FundingSage was founded by a group of Angel Investors with a desire to speed up the pipeline from concept to funding for entrepreneurs. Our resources, strategies and first generation product, TurboFunder, are designed to give YOU the ability to build an investible company.
As I and my partners at FundingSage are closing in on the release of our flagship product, TurboFunder, we are working to refine the message. I recently sent an email to the team regarding our Elevator Pitch. This morning, I remembered the post below that I had written nearly a year ago. I decided to see if I was taking my own advice. Here is the email I sent:
Now that we are getting closer to the release of TurboFunder, I believe we should modify the elevator statement. I would like to pitch the following as a starting point:
“FundingSage was founded by a group of Angel Investors with a desire to speed up the pipeline from concept to funding for entrepreneurs. Our resources, strategies and first generation product, TurboFunder, are designed to give YOU the ability to build an investible company.”
I believe it is an important to highlight that we are all Angel Investors. That lends credibility to the demand.I also like the focus on funding as opposed to due diligence since your target is the entrepreneur and not the investor – that is unique to our offering.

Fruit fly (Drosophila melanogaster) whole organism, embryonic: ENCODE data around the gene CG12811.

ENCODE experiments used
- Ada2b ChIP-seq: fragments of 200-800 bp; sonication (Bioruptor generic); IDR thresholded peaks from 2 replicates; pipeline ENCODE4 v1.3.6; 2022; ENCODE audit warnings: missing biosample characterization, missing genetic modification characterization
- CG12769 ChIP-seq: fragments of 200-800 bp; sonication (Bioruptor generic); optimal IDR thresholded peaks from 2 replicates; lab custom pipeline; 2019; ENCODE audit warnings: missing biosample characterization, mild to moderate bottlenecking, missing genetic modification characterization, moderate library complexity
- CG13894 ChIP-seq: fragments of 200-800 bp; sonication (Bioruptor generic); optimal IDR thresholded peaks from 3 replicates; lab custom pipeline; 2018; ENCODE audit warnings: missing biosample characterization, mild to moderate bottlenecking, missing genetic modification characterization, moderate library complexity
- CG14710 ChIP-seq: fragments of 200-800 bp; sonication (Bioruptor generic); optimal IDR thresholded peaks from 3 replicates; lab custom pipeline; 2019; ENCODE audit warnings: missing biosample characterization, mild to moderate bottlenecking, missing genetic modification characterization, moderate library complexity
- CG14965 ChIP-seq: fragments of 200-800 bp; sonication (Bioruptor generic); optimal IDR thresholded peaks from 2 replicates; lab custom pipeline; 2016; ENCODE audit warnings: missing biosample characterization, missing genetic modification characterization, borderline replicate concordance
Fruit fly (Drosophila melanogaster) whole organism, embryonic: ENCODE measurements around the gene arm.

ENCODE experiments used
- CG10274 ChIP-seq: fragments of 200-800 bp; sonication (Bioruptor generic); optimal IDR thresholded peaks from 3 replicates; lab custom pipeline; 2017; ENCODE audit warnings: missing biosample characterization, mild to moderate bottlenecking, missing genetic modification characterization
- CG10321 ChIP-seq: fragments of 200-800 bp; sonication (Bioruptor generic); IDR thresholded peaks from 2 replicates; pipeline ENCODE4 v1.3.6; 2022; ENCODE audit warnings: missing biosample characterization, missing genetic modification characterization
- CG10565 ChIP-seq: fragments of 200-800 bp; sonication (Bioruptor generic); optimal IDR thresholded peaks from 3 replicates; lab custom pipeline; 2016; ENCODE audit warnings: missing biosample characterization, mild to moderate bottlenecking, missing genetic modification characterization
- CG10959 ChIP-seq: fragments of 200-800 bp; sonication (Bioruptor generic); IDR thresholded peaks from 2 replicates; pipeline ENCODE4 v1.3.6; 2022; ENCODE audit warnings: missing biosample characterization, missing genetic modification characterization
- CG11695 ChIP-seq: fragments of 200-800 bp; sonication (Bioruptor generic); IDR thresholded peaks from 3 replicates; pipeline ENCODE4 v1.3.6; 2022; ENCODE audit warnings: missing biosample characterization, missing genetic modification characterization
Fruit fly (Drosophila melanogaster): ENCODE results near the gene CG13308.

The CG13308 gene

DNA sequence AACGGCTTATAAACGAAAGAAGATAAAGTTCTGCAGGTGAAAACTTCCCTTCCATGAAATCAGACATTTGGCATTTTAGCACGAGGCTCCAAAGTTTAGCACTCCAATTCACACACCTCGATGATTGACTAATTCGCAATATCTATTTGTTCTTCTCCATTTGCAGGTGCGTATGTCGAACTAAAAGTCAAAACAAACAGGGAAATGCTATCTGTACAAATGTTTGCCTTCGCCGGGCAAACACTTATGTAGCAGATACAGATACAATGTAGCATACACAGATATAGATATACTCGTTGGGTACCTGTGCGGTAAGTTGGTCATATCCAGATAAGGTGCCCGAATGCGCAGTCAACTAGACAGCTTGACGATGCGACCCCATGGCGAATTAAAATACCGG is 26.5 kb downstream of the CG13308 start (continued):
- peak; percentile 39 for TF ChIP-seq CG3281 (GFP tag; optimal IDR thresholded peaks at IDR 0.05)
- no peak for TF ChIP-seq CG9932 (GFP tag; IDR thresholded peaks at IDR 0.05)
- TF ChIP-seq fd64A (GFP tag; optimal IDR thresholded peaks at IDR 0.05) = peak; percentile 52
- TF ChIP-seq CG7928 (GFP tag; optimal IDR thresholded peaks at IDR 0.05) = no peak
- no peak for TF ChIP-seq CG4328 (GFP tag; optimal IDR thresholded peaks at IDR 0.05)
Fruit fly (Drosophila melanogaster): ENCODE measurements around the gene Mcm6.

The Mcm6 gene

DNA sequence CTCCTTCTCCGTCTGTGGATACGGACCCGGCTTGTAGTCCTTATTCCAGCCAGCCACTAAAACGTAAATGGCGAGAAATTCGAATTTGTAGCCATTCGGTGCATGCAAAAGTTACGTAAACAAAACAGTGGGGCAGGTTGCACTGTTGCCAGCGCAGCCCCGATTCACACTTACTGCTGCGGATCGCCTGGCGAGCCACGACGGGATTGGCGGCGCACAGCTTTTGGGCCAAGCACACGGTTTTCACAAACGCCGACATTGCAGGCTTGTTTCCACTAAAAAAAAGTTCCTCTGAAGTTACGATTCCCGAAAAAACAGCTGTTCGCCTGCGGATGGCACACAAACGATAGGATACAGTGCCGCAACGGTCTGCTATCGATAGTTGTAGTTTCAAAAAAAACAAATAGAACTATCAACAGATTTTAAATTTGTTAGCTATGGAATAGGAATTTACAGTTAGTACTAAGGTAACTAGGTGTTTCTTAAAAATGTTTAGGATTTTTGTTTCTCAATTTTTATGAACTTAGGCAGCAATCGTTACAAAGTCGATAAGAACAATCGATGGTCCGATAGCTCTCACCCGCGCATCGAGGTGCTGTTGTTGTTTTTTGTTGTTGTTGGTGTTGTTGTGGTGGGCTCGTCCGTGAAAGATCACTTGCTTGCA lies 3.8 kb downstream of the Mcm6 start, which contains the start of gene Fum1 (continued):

While I know that this pitch is not perfect, I am happy to say that it absolutely does encompass what I know is wonderful and unique about our offering.
Here is the original post:
a succinct and persuasive sales pitch.
from the idea of having to impress a senior executive during a brief ride in an elevator.
The majority of elevator pitch statements that I hear are horrible. It’s not that they are always poorly written; they are just miserable in their own unique way.
Now, while I believe I am great at a lot of things, this is not one of my areas of expertise. So, I spent most of this morning researching all the components required to develop a great elevator speech. My review of what professional bloggers, expert journalists and professional guides have to offer on this topic has helped me to understand why so many elevator speeches are so poorly written. They are missing the most critical point. Here’s a somewhat consolidated list of what I found:
Your Elevator Pitch Must Be…
- Leave the door open
- Tell a story
- Goal oriented
- Contain a “hook”
- Tell about you
- Describe a problem
- Offer a solution
- Have a call to action
- Use understandable terms
- Ask a question
- Make a connection
While I am sure your quick pitch statement should contain at least some of the elements in this compilation of various lists, I am even more sure that a perfectly crafted line will fall on deaf ears unless it is delivered with conviction. If YOU have a hard time buying into your elevator pitch, your listeners will too. If YOU aren’t passionate about what you are communicating, no one else will care either.
In summary, I will offer my non-expert marketing advice for writing and delivering an effective elevator pitch: